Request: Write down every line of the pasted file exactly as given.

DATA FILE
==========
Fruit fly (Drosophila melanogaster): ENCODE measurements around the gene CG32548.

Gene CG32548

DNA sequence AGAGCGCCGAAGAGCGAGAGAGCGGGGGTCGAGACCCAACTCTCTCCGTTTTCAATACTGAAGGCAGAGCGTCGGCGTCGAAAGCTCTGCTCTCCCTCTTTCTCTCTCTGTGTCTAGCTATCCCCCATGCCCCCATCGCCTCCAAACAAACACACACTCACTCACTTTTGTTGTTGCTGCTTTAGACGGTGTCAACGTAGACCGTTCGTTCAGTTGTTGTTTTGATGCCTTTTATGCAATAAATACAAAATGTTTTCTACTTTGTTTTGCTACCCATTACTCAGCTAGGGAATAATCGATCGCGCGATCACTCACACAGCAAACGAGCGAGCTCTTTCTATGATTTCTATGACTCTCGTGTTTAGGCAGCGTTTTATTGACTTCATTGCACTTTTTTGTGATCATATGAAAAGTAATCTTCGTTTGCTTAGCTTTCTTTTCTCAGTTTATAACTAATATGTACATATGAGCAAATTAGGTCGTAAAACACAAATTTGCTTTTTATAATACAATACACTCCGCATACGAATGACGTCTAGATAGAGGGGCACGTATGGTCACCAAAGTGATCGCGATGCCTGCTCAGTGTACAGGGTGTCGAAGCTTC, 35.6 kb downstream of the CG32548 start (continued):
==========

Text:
Fruit fly (Drosophila melanogaster): ENCODE measurements around the gene CG32548.

Gene CG32548

DNA sequence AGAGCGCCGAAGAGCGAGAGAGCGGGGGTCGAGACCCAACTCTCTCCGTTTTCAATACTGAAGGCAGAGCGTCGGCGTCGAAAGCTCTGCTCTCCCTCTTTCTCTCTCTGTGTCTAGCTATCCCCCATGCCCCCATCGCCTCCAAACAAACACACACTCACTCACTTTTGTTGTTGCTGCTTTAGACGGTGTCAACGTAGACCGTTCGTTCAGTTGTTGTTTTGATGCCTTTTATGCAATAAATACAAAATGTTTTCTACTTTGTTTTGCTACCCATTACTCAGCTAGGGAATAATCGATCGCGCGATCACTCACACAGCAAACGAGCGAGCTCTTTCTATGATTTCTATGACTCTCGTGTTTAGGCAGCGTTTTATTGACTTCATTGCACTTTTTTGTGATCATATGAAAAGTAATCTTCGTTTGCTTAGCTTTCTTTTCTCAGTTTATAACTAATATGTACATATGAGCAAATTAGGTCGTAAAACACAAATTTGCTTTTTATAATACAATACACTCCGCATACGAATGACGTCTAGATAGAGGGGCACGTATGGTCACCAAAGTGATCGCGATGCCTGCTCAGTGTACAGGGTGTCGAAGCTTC, 35.6 kb downstream of the CG32548 start (continued):